Influence of Salt Concentration on Histamine Formation in Fermented Tuna Viscera (Dayok)


The formation of histamine in fermented tuna (Thunnus albacares) viscera (dayok) at different salt concentrations (10%, 17.5% and 25%) for 7 days at ambient temperature was investigated. Effect on chemical and microbiological changes on tuna viscera were monitored. Results demonstrated that the levels of pH, lactic acid, amino nitrogen and total volatile base nitrogen (TVB-N) increased as time of dayok fermentation progressed. The total plate count and lactic acid bacteria count decreased with increasing salt concentration. Histamine levels decreased during fermentation as salt concentration increased. Histamine levels above FDA standard limit of 50 ppm are formed at low salt concentration (10%) with a total plate count of 107 cfu/g. Results revealed that application of salt concentration greater than 17% can minimize the formation of histamine.

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J. Besas and E. Dizon, "Influence of Salt Concentration on Histamine Formation in Fermented Tuna Viscera (Dayok)," Food and Nutrition Sciences, Vol. 3 No. 2, 2012, pp. 201-206. doi: 10.4236/fns.2012.32029.

1. Introduction

Dayok, an indigenous fermented food, is a popular native bagoong (fish paste) in Mindanao areas in the Philippines and is widely consumed as a condiment/sauce. Fish fermentation as a preservation technique has been found to contain high contents of histamine such as in fish paste and fish sauce [1]. Histamine (or scombroid) fish poisoning is a foodborne chemical intoxication caused by eating spoiled or bacterially contaminated fish [2]. Ingestion of food containing small amount of histamine when taken in large amounts (>50 mg/100g) can cause scombroid fish poisoning [3] and tuna species are most often implicated with histamine poisoning due to its high levels of histidine which is a precursor for histamine formation [4]. Histamine is formed from the action of microbial histidine decarboxylase on histidine in fish by spoilage bacteria [1].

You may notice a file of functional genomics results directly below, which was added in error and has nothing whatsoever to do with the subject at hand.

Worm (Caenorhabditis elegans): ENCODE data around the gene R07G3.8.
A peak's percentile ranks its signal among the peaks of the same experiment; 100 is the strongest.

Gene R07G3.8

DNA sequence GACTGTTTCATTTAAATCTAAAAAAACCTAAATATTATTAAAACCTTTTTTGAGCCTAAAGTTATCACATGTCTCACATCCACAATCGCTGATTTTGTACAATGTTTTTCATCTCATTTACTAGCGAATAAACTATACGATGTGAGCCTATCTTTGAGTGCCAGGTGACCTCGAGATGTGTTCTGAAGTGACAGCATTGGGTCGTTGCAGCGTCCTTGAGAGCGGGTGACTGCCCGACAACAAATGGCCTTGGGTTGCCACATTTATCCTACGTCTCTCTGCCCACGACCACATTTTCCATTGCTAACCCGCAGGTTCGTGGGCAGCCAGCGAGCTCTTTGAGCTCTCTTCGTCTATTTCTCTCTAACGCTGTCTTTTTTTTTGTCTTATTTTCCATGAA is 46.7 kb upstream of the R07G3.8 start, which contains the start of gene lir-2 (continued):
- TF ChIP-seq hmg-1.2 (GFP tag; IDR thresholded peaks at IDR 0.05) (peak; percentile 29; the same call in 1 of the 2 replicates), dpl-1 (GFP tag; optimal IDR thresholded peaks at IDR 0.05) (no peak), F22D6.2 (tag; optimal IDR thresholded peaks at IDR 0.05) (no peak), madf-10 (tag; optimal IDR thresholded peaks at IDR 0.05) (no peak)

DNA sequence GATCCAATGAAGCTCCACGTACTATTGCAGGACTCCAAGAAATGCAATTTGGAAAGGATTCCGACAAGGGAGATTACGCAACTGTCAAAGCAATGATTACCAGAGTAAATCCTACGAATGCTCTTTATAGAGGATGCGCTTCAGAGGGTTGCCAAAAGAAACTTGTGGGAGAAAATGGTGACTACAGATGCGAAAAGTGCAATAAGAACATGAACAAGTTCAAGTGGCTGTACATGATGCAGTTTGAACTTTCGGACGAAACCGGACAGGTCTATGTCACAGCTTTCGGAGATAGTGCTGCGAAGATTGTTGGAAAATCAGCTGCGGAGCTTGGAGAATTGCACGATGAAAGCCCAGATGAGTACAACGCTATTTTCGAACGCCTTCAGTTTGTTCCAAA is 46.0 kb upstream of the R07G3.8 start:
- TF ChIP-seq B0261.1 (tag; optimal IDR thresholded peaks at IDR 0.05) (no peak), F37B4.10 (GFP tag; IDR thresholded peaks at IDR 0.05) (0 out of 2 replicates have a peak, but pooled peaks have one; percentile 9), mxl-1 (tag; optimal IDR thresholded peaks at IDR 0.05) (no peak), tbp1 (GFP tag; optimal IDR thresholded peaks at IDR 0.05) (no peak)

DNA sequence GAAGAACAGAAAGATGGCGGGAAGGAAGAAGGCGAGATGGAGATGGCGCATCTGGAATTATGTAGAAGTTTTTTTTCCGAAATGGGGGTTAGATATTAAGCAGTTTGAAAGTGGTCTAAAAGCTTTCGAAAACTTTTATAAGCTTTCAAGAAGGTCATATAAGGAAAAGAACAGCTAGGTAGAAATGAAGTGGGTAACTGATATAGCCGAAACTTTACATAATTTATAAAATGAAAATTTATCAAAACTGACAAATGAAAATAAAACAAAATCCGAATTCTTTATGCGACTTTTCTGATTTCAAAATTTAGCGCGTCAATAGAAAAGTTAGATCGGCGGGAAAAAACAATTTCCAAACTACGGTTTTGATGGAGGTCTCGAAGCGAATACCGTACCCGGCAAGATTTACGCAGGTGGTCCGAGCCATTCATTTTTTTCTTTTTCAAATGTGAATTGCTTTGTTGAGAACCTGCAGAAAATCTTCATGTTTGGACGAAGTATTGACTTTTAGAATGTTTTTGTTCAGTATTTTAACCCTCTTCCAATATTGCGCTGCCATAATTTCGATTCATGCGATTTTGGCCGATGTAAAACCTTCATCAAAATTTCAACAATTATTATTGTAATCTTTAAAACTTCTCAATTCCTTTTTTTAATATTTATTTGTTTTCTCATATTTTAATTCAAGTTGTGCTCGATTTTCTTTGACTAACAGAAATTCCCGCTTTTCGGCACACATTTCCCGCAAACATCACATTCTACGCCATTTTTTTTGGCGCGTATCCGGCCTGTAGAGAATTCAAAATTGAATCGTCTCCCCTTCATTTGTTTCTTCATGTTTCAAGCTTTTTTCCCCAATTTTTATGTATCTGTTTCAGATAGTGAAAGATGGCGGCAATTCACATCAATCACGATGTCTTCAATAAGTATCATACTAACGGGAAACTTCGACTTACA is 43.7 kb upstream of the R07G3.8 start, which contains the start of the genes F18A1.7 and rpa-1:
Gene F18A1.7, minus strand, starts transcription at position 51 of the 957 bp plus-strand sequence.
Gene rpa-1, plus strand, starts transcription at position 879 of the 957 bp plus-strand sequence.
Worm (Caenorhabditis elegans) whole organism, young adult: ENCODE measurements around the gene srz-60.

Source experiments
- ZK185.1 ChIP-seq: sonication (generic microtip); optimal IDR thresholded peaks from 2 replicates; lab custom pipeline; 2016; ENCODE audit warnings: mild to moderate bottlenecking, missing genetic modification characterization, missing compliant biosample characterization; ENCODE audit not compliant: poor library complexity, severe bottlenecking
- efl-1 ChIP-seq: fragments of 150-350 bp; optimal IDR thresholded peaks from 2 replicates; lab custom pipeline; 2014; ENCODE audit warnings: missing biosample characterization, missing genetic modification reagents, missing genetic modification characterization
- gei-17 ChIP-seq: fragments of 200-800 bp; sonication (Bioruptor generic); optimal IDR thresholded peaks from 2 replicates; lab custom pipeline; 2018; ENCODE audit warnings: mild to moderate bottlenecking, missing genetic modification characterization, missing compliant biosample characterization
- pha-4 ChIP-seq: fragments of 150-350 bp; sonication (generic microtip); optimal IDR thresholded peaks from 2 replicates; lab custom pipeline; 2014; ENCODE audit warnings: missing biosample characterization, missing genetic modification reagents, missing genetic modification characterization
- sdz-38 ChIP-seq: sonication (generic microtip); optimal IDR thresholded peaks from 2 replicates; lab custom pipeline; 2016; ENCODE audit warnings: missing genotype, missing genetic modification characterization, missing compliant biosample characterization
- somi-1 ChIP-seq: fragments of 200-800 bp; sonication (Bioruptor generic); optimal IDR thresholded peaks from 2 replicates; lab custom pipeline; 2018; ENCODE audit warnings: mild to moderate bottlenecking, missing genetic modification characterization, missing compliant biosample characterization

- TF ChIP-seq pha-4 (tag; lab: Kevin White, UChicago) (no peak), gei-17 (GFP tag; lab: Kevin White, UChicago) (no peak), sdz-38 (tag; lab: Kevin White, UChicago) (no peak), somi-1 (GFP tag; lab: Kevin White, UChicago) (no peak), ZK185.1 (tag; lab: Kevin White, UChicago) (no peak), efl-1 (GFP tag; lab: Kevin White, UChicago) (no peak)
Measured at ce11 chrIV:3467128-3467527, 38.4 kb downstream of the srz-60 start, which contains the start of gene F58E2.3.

To this effect, several studies have been conducted on fermented fishery products regarding its safety and quality parameters, e.g. studies on histamine and other biogenic amines [1,5-9]. However, only limited information is available on the use of tuna viscera in fish paste processing. Fermentation process provides suitable conditions conducive to the production of histamine due to the presence of bacterial enzyme histidine decarboxylase and free amino acid histidine coupled with favorable environmental growth conditions on histamine forming bacteria.

The purpose of this study was to monitor the microbiological and biochemical changes of tuna viscera during fermentation and to investigate the factors influencing histamine formation in dayok fermentation.

2. Materials and Methods

2.1. Tuna Viscera (Dayok) Preparation

Yellowfin tuna (Thunnus albacares) viscera excluding the bile sac and heart was used in the study. Fresh tuna viscera were obtained from eviscerated yellowfin tuna and placed in an ice box with a fish to ice ratio of 1:2 (w/w) and were transported to the laboratory. Upon arrival, the tuna viscera was washed, drained and mixed with varying salt concentrations (10%, 17.5% and 25%). The salted samples were placed in sterilized sealed bottles and were allowed to ferment for 7 days at ambient temperature. Samples for chemical and biochemical analysis were blended, then heated to 95˚C for 5 minutes and cooled to room temperature before analysis. Simultaneous microbial and chemical analyses were conducted.

2.2. Microbiological Analysis

Dayok samples (5 g) were transferred aseptically and  were homogenized in 45 ml of sterilized peptone (0.5% peptone) saline solution (depending on the initial salt concentration of the sample). The homogenates were serially diluted in the same diluent. One ml (1 ml) of the appropriate dilution were pipetted out and poured in Petri dishes with molten plate count agar (PCA) containing initial salt concentration of the sample for total viable count and MRS agar medium +1% CaCO3, for lactic acid bacteria (LAB) count. Total bacterial colonies was counted on PCA plates while colonies on MRS agar +1% CaCO3 showing clearing around the colonies was counted as LAB after the incubation period at 30˚C for 48 hours. The bacterial count of the fermented product was expressed as log10 colony forming units (CFU)/g.

2.3. Chemical Analysis